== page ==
Definition of the word Responsibility highlighted in green with felt tip pen
Our Story Begins:

It is, without a doubt, a truism that when you become a single parent you become reliant on others.

Others may have to pick up your kids a a moment’s notice, particularly if you’re more than an hour away and they’re sitting in the nurse’s office at school.

Others will have to show your daughter how to do makeup because you are a guy. It’s just true.

Related: GEMs of Beauty: Back-to-School Beauty

Your oldest daughter, who had the benefit of having a mother around when she had her first period, will have to show your middle daughter all the mechanics of menstruation. For the Moms out there, you roll your eyes at this, I am sure, but for single Dads . . . having to talk in gynecological terms about how to insert a tampon or clean your underwear or when to change out your maxi pad . . . those are all things that are foreign to us. Having to learn about this isn’t the first thing, it’s talking to your daughter about them without getting “eww, Dad, why are you even able to talk about this?!”

Your daughters will become reliant on you . . . when they run out of tampons and panty liners . . . even though they are more mortified than you are when they ask you for them.

Your kids will rely on Dad making lunches, dinner, snacks, stocking the cupboard, doing laundry, all of it.

As a single parent, though, we become very reliant on our own children as they grow old enough to do more around the house. When my wife, Andrea, passed away in 2011, my oldest daughter was just about to take her driver’s test. I relied on her grandparents to help with getting her to and from the DMV and to help teach her the rest of her driving skills. That girl was the designated taxi driver for her siblings for the hour or so before I got home. It wasn’t a lot…but I miss it like crazy now that she’s in college.

Related: Our Story Begins: Three Years Later, From the Beginning

I rely on my sons to do the dishes. I have to yell, scream, holler, and berate them sometimes to get them done . . . but it still gets done.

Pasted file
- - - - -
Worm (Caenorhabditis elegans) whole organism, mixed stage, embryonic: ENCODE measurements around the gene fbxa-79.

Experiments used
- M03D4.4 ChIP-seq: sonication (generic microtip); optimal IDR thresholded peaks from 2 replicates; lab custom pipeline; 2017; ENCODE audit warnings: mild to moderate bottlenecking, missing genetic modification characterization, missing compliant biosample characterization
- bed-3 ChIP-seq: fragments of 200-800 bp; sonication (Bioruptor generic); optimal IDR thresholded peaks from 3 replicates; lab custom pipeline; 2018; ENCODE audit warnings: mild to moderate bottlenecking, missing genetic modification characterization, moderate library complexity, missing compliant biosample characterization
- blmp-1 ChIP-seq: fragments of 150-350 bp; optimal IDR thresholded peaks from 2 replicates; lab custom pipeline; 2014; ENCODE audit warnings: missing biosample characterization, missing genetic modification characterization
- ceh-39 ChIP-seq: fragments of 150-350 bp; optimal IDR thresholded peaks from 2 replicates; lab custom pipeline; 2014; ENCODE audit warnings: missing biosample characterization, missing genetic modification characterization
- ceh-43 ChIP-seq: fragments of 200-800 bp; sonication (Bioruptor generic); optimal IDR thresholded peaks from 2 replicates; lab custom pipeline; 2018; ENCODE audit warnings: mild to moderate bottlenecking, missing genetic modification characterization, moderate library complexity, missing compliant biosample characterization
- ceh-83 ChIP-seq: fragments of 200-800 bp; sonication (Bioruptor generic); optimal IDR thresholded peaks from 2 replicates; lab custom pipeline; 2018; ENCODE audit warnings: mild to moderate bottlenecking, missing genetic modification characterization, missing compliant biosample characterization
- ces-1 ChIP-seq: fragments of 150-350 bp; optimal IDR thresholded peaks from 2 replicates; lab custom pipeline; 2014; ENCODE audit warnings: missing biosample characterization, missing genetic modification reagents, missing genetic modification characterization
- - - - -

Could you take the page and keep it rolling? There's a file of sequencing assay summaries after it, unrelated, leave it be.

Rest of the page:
More than her sister ever did, my middle daughter is the babysitter and responsible person in the home until I arrive after the end of my work day. It’s a lot of responsibility to shoulder, I do know this. She’s still a kid, I know this, too.

Still, my daughter gets rewarded for that responsibility, too. She got to go to a comic book convention over the weekend. She sees movies with her friends, goes out on weekends with her friends – with oversight from their parents – and does more and gets more freedom than her sister ever had.

Still, she stumbles. When she left too early without asking me for a youth group meeting I had to inform her that the time we settle on is the time we follow. It’s not to be mean or forgetting she’s still a teenager. It’s reminding her that we all have more responsibilities now. She doesn’t do dishes or fold laundry because she is in charge while I’m not home.

I am responsible for reminding myself that she’s still a teenager. Brilliant as she is, she’s not an adult.

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The lesson in responsibility that we all have gotten over the last few years is that parenting isn’t done by a guidebook. There isn’t a right answer that fits everything. We’re geared up to have two people watching these little human beings. When you lose one of them you lose that second brain, that second set of eyes, arms and legs. You lose some emotional context.

Still, it’s our responsibility to adapt, too, something my kids have helped me do with abundance.

What about you? Do you follow the idea that there’s responsibility that’s shared? Do you have a “village” helping you or are you trying to do it all alone?